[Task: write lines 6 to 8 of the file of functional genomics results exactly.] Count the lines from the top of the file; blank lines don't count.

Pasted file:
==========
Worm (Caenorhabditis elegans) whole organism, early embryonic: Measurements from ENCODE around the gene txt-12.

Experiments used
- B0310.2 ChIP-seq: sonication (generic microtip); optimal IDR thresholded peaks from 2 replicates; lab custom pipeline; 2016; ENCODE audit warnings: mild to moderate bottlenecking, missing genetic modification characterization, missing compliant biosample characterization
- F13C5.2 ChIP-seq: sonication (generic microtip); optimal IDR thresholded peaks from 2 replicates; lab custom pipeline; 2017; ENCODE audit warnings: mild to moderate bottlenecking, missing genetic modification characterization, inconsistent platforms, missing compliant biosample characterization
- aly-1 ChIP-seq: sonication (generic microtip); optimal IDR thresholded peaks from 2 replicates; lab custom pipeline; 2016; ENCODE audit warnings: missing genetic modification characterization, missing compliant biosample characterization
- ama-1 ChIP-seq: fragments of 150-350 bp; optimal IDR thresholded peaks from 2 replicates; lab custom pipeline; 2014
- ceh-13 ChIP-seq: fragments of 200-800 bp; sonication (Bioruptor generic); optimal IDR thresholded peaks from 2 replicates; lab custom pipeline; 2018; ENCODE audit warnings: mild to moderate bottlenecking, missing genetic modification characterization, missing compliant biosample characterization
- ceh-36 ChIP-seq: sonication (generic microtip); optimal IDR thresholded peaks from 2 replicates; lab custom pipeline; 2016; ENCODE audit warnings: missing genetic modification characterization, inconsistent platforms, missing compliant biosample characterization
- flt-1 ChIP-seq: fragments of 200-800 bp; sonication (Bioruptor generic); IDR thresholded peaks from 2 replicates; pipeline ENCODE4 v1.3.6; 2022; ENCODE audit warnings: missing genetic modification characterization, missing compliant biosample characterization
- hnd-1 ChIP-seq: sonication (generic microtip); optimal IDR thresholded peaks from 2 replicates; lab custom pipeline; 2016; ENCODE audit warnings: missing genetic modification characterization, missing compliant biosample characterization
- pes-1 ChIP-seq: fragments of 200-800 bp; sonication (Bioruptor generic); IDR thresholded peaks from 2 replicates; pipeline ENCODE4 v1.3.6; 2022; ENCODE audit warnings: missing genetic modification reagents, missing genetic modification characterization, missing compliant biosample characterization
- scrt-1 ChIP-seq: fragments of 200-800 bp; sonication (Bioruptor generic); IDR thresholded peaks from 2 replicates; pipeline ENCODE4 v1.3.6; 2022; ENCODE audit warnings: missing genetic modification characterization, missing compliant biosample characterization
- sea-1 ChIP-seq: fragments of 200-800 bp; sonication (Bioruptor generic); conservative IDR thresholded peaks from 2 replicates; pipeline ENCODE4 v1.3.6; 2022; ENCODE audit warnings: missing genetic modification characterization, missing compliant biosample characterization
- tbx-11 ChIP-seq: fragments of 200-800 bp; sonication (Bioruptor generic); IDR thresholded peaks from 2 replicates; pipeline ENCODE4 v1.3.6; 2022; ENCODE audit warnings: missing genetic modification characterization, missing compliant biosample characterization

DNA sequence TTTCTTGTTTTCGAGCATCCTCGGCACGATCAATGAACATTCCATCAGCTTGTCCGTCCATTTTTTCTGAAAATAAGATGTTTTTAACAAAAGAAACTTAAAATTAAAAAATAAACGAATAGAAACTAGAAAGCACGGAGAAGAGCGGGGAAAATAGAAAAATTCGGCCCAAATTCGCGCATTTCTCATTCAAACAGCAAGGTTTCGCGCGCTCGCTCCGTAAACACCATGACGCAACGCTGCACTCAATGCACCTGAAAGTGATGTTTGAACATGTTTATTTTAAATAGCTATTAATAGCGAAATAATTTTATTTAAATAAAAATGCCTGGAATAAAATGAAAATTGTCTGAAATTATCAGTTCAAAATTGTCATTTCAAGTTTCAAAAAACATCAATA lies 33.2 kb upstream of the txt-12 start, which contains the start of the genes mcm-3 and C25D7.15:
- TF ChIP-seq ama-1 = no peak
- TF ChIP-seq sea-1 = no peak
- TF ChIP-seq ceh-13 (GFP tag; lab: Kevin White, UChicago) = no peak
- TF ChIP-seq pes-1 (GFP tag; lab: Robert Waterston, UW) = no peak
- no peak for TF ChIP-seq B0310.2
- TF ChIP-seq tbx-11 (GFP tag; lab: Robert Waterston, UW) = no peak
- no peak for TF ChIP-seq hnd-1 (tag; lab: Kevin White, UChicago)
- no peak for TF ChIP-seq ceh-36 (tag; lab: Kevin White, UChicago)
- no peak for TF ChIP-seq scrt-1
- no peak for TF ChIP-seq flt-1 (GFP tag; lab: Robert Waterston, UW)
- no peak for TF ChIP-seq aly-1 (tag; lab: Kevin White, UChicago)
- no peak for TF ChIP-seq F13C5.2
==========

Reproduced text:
- ama-1 ChIP-seq: fragments of 150-350 bp; optimal IDR thresholded peaks from 2 replicates; lab custom pipeline; 2014
- ceh-13 ChIP-seq: fragments of 200-800 bp; sonication (Bioruptor generic); optimal IDR thresholded peaks from 2 replicates; lab custom pipeline; 2018; ENCODE audit warnings: mild to moderate bottlenecking, missing genetic modification characterization, missing compliant biosample characterization
- ceh-36 ChIP-seq: sonication (generic microtip); optimal IDR thresholded peaks from 2 replicates; lab custom pipeline; 2016; ENCODE audit warnings: missing genetic modification characterization, inconsistent platforms, missing compliant biosample characterization